Categorical Data Analysis

Categorical Data Analysis

Categorical data classifies an observation as belonging to one or more categories. The analysis of this type of data is called categorical data analysis. For example, we can judge an item as either bad or good. Also, a response to a survey might include categories like agree, disagree, or no opinion. In SAS, two approaches can be used to perform categorical data analysis.

  1. Computing statistics based on tables defined by categorical variables perform hypothesis tests which is related to the association between these variables and require the assumptions of a randomized process. These methods can be called randomization procedures. Categorical variables assume only a limited number of discrete values.
  2. Investigating the association by modeling a categorical response variable. This second approach doesn’t care if the explanatory variables are continuous or categorical. These methods can be referred to as modeling procedures.

If you need a detailed explanation of these two approaches, opt for our categorical data analysis assignment help.

Categorical data analysis procedures in SAS/STAT

  • CATMOD Procedure

Categorical data modeling (CATMOD) procedure performs categorical data modeling of data that can be represented by a contingency table. We can use PROC CATMOD to fit linear models to functions of response frequencies. Also, it can be used for linear modeling, logistic regression, log-linear modeling, and repeated measurement analysis.

The CATMOD procedure will enable you to do the following:

  • Model parameters estimation using Weighted Least Squares (for a full range of general linear models) or Maximum Likelihood (for log-linear models and the analysis of generalized logits.
  • Supplying raw materials where each observation is a subject.
  • Constructing linear functions of the model parameters or log-linear effects. Also, we can test the hypothesis that the linear combination equals zero.
  • Performing a constrained estimation
  • Creating a data set that corresponds to any output table, etc.
  • FREQ Procedure

This procedure produces one-way to n-way frequency and contingency (cross-tabulation) tables. PROC FREQ measures associations and computes tests for two-way tables. On the other hand, It provides stratified analysis by computing statistical values across and within strata for n-way tables.

The features of FREQ include:

  • Computing goodness-of-fit tests for equal or specified null proportions. For one-way frequency tables
  • It provides tests for binomial proportions and confidence limits. The tests include equivalence and tests for non-inferiority for one-way frequency tables.
  • Examining the relationships between two-classification variables through the computation of various statistics. Some of the statistics for contingency tables include Chi-Square measures and tests, odds ratios, and relative risks for 2×2 tables.
  • Measurements and tests of agreement.
  • Computing score confidence limits for odds ratios, etc.
  • Finite Mixture Models (FMM) Procedure

The Finite Mixture Models model suits statistical models to data for which the distribution of the response is a finite mixture of univariate distributions. This means that each response comes from one of the several random univariate distributions with unknown probabilities.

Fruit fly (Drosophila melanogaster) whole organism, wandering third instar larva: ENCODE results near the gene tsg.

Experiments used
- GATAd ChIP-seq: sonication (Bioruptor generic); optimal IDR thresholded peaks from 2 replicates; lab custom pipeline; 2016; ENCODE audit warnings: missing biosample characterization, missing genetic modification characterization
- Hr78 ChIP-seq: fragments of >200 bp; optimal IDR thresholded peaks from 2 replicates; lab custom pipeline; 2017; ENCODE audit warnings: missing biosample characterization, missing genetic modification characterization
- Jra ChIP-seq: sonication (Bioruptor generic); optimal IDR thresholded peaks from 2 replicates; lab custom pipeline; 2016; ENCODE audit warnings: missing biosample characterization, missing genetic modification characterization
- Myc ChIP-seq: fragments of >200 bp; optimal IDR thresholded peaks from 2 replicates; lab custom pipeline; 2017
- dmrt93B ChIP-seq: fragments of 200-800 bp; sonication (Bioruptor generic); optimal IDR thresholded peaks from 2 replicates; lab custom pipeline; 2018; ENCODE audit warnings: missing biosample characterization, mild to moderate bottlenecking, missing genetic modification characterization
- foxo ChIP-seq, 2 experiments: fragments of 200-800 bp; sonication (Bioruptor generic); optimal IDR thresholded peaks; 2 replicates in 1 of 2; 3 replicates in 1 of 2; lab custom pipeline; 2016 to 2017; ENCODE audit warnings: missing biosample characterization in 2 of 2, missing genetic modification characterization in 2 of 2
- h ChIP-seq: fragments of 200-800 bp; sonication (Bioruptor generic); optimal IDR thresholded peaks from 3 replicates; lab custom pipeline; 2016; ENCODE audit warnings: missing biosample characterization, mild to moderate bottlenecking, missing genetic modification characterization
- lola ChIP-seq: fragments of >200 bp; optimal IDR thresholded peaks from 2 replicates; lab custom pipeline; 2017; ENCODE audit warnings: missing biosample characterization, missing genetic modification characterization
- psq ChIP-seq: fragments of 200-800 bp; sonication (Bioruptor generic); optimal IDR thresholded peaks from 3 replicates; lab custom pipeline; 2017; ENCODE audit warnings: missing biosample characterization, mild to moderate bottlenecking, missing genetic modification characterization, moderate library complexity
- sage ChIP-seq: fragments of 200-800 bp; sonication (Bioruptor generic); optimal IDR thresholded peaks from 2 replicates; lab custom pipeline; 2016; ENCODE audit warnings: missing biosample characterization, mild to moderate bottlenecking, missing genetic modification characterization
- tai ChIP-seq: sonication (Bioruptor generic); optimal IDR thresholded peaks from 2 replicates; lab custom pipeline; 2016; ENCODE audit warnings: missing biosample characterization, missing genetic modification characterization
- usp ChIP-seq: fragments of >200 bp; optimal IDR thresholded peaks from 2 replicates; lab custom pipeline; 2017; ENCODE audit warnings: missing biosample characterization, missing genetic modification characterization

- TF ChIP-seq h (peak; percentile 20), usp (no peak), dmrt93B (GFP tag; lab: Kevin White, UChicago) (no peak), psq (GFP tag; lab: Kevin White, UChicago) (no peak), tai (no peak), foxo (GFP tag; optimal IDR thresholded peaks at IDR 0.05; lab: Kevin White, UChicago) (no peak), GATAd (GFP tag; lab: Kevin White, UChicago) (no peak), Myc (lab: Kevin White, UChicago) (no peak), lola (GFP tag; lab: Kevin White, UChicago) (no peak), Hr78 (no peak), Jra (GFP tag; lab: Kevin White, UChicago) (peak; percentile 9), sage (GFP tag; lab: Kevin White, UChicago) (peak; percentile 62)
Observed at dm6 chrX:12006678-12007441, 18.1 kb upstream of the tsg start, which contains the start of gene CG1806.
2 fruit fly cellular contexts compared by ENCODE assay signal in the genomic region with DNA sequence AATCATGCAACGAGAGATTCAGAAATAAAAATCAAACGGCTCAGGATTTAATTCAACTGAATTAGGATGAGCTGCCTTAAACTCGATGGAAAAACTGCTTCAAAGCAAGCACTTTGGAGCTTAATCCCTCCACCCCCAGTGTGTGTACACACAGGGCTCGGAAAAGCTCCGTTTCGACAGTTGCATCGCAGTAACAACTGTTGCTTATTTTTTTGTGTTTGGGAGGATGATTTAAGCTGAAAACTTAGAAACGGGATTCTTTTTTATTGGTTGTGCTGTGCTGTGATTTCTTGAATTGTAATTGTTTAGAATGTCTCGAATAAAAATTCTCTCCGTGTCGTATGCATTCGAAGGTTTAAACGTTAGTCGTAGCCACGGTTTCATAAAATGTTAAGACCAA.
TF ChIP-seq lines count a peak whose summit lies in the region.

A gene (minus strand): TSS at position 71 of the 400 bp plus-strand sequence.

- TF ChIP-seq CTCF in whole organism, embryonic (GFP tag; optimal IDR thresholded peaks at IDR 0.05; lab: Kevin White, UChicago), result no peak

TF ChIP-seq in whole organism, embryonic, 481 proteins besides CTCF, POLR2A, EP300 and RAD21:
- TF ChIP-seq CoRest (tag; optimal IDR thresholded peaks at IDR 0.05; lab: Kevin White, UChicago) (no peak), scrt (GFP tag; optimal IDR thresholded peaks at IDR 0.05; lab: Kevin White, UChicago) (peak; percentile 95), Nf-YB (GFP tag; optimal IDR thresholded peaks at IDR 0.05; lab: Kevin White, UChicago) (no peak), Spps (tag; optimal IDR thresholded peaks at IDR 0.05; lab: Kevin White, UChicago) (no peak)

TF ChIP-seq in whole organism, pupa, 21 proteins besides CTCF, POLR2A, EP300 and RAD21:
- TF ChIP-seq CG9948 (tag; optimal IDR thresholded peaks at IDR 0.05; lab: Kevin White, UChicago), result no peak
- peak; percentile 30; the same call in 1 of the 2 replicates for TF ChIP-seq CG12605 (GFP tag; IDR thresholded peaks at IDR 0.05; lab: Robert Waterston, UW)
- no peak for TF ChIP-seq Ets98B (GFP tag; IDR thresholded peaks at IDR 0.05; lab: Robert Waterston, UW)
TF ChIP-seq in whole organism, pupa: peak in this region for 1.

Listed below are some of the features of the FMM procedure

  • Modeling of over-dispersed data
  • Weighted estimation
  • Using ODS Graphics to automatically create graphs
  • Analyses on observations in groups can be obtained separately
  • Homogenous mixtures automated model selection
  • Linear inequality and equality constraints on model parameters, etc.
  • GENMOD Procedure

This procedure is used for generalized linear models. This class of models is an extension of traditional linear models that allows the mean of a population to depend on a linear predictor through a non-linear link function. Generalized linear models also allow the response probability distribution to be any member of an exponential family of distributions. The examples of generalized linear models include classical linear models with normal errors, probit, and logistic models for binary data, and log-linear models for multinomial data.

The features of the GENMOD Procedure are:

  • It provides built-in link functions like logit, probit, log, power, complementary log-log, and identity
  • It allows users to define their link functions or distributions through data step programming statements used in the procedure
  • It can create SAS data sets that correspond to most output tables
  • Can produce an over-dispersion diagnostic plot for zero-inflated models
  • LOGISTIC Procedure 

The LOGISTIC procedure is used for discrete response data by the method of likelihood in linear logistic regression models. Also, it performs conditional logistic regression for binary response data and exact logistic regression for binary and nominal response data

With LOGISTIC Procedure you can do the following:

  • Fitting of partial proportional odds logistic regression models
  • Specifying contrasts to compare many receivers operating characteristic curves
  • Creating any output table corresponding data set
  • Carrying out weighted estimation
  • Using a previously fitted model to score a data set

The other procedure in categorical data analysis that is not discussed here is the PROBIT procedure. You can contact our categorical data analysis online experts for immediate help with your assignment.